NASA issued a short news release on Thursday evening stating that Jeanette Epps will not be a part of the International Space Station crew set to launch in June. (That flight would launch from Kazakhstan aboard a Soyuz rocket.) The release gave no reason why Epps was pulled from the flight.

In a response to a request for more information, Johnson Space Center spokeswoman Brandi Dean told Ars, "A number of factors are considered when making flight assignments. However, these decisions are personnel matters for which NASA doesn’t provide information."

According to NASA, Epps had returned to the active Astronaut Corps at the space center to assume duties in the astronaut office. She will be considered for assignment to future missions. Had she flown this year, Epps would have become the first African-American astronaut to live as a crew member aboard the International Space Station. Only three other African American women have flown into space. Epps' assignment in January 2017 garnered a fair amount of favorable publicity for the space agency.

Read 2 remaining paragraphs | Comments

Newly spotted asteroid slips by Earth and nearby satellites - CNET

cNET.com - News - January 19, 2018 - 12:23am
It wasn't the big space rock grabbing headlines, but another asteroid came much closer to us without any fanfare this week.

You get a lawsuit! And you get a lawsuit! And you! Now Apple sued over CPU security flaws

The Register - January 19, 2018 - 12:15am
iGiant up next in the Meltdown-Spectre-sueball-a-palooza

Add Apple to the list of companies facing a legal backlash in the US over the Spectre and Meltdown CPU security fiasco.…

This Samsung screen patent is full of holes - CNET

cNET.com - News - January 18, 2018 - 11:56pm
Small holes in the display allow for sensors without taking away too much screen real estate.

Crazy kaiju-robot antics only hint at Nintendo Labo’s true potential

Ars Technica - January 18, 2018 - 11:40pm

After writing up Nintendo's Wednesday reveal of its new Labo playsets (coming April 20 to the US and Japan and April 27 to Europe), I realized I'd forgotten to add an important word to the article's introduction: "what."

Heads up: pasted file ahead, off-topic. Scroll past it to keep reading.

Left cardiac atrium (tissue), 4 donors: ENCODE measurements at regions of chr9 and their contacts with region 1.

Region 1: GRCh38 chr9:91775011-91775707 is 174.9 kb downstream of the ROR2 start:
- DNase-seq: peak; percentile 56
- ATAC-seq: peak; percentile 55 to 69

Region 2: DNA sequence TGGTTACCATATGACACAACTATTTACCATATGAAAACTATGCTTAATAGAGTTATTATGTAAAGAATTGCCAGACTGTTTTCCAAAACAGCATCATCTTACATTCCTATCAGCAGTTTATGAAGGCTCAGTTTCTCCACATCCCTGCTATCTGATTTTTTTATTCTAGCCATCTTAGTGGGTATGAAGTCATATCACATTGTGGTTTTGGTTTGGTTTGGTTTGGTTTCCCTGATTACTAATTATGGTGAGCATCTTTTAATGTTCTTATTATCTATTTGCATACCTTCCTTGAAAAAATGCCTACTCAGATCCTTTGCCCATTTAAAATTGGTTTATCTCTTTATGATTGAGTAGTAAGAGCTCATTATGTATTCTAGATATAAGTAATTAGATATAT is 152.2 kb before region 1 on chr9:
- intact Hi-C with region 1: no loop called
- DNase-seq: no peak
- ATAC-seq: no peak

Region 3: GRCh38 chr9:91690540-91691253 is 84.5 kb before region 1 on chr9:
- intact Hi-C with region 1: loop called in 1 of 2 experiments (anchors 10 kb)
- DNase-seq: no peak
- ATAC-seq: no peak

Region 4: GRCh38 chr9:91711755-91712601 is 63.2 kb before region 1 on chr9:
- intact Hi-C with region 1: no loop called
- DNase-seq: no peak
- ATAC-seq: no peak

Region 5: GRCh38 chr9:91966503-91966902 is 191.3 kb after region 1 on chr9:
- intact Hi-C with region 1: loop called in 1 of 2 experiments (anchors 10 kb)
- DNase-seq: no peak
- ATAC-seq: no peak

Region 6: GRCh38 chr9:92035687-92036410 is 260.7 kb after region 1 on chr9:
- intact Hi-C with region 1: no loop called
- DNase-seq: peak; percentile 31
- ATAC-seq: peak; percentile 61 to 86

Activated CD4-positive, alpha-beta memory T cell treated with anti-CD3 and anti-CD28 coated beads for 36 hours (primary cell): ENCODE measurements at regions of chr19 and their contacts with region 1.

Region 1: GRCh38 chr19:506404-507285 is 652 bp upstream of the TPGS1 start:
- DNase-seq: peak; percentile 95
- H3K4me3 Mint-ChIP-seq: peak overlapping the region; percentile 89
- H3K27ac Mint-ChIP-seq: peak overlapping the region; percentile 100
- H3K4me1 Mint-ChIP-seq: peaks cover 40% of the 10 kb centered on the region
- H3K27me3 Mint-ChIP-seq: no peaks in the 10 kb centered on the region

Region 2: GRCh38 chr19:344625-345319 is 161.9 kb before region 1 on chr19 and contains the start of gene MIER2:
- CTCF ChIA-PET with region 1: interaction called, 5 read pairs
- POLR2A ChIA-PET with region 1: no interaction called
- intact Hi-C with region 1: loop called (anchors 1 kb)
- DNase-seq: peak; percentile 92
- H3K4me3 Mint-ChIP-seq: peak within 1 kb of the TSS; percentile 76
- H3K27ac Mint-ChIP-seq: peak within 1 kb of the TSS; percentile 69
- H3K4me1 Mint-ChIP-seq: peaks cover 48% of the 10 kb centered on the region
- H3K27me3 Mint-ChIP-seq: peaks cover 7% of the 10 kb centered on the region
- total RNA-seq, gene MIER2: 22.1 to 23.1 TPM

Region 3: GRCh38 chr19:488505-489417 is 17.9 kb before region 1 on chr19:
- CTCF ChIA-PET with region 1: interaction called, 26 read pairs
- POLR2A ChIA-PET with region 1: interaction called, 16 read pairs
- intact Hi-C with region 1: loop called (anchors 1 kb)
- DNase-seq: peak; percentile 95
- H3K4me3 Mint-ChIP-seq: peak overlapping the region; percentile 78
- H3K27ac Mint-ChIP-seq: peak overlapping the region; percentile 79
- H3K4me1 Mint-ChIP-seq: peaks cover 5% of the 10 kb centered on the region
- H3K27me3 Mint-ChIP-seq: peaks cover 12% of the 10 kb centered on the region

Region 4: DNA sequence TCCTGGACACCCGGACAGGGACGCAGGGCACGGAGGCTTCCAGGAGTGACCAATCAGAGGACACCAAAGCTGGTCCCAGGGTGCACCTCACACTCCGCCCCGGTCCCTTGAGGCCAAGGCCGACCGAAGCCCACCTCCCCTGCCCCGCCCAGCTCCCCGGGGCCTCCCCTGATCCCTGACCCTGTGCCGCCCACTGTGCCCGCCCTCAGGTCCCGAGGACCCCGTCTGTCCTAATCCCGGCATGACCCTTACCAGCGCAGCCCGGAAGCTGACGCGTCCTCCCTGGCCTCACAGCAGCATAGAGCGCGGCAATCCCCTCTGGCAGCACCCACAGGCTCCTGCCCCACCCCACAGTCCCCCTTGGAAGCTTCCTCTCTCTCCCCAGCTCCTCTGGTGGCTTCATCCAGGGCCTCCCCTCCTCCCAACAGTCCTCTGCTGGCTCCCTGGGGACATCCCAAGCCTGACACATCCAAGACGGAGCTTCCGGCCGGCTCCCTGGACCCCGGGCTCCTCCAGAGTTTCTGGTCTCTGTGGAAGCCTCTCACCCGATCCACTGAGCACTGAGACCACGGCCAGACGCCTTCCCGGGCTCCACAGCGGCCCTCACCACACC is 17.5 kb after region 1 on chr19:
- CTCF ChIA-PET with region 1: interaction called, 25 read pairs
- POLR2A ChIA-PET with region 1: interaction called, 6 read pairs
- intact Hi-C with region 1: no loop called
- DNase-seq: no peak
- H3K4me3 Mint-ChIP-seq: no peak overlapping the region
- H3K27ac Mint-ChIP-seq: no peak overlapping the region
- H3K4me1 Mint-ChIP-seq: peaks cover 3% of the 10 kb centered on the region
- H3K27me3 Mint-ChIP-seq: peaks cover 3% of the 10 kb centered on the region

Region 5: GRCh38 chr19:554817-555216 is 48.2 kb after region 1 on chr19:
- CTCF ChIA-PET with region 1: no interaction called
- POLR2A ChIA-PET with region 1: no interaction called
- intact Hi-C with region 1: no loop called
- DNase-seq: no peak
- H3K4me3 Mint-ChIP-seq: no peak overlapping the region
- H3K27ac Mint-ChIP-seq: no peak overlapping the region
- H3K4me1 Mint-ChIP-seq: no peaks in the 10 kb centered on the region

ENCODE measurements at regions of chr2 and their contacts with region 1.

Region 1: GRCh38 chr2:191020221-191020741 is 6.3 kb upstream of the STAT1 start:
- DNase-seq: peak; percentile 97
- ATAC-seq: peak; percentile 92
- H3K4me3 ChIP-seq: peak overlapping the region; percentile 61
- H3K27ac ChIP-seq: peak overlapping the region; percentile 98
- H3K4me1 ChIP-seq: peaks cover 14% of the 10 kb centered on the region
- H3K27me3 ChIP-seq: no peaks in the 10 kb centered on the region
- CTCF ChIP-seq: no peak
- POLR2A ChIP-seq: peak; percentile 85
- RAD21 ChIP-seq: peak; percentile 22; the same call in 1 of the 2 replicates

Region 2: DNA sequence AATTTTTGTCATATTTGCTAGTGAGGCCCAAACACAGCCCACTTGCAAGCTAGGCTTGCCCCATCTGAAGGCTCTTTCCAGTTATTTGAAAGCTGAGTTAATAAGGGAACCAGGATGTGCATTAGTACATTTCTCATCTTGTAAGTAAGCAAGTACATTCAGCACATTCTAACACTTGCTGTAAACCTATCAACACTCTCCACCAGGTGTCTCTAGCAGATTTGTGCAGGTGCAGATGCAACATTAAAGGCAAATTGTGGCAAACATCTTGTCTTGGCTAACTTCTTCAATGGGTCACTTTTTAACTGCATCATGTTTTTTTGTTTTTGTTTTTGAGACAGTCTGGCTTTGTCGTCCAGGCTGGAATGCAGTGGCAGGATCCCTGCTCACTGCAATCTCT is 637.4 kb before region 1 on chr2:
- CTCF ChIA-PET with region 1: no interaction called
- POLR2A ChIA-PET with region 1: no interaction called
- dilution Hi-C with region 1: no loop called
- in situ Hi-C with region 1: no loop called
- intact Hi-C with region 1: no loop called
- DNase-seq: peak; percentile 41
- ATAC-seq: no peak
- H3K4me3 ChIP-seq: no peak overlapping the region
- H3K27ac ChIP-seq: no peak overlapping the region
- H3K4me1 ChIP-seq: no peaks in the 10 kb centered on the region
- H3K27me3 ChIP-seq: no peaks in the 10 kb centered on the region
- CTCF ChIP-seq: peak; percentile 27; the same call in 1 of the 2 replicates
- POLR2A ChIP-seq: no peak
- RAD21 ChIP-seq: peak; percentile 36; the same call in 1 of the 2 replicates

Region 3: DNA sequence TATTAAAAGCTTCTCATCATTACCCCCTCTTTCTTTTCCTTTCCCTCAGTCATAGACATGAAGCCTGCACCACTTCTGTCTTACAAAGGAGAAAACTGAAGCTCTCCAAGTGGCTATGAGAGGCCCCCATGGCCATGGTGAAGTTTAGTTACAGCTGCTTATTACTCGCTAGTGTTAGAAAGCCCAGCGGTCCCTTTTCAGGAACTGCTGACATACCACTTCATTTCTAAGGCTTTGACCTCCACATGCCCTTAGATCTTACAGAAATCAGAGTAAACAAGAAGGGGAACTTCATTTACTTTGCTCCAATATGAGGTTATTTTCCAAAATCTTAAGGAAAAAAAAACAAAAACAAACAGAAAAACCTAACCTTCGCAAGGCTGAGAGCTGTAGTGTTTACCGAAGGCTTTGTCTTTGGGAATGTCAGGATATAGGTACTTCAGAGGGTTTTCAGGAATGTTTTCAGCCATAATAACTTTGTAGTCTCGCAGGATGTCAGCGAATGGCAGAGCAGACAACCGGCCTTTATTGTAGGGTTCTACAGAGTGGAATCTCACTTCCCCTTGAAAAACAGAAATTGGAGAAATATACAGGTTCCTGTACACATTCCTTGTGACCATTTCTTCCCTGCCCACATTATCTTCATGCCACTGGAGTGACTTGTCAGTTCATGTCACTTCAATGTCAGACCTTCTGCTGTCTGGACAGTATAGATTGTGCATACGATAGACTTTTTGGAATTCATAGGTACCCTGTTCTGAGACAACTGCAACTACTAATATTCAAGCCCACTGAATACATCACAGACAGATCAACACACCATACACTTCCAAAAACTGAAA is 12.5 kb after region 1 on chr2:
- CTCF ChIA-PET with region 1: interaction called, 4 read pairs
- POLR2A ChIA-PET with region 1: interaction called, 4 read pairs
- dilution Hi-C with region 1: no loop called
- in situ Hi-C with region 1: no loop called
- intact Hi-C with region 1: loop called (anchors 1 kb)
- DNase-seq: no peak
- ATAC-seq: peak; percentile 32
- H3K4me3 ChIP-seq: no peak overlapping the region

More specifically, the drawn-out, question-marked version I shouted when the product's reveal video played out. ("Whaaaaat?!") I'm a big fan of Nintendo's physical-toy era in the '60s and '70s, back when company legend and Game Boy creator Gunpei Yokoi came up with engineering wonders like the Ultra Hand and the Ten-Billion Barrel Puzzle. As a result, I was immediately charmed by the physicality and toy-controller possibilities of the reveal video, which included everything from a motorcycle steering chassis to a 13-key piano to a string-loaded fishing rod—all built by players with a mix of pre-cut, pre-marked cardboard, sensing stickers, plastic, string, and more.

But then I began wondering: exactly how does everything work with Nintendo Labo? In particular, what the heck is going on with Labo's most insane offering: a full-body robot suit?

Read 19 remaining paragraphs | Comments

Plutus Payroll victims asked to explain themselves to receiver

The Register - January 18, 2018 - 11:36pm
Deloitte trying to figure out who to pay first – or maybe who to pay at all

Contractors left out of pocket by the collapse of alleged tax-skimming scammers Plutus Payroll have been asked to provide copious details of their employment history by receiver Deloitte, which appears to have few details of claimants’ status or relationship to Plutus and its associated companies.…

See a lifeguard drone help rescue two young swimmers - CNET

cNET.com - News - January 18, 2018 - 11:29pm
A surf-patrolling drone designed to watch for sharks delivers a life-saving package to two distressed swimmers in Australia.

This Samsung patent could solve the iPhone X's notch problem - CNET

cNET.com - News - January 18, 2018 - 11:10pm
Why have a notch when you can put holes directly into the display?

FCC admits mobile can’t replace home Internet, won’t lower speed standard

Ars Technica - January 18, 2018 - 10:52pm

Enlarge (credit: Steve Johnson)

The Federal Communications Commission is making its latest determination of whether broadband is being deployed to all Americans quickly enough, and there are a few notable tidbits from what we know about the report so far.

The FCC today released a fact sheet on the draft Broadband Progress Report and a statement by Chairman Ajit Pai, but not the actual draft report.

Pai's FCC has determined that mobile broadband is not a full substitute for home Internet services. The FCC says this even after previously suggesting that mobile Internet might be all Americans need. The FCC also won't be lowering the speed standard that it uses to judge whether broadband deployment is happening quickly enough.

Read 36 remaining paragraphs | Comments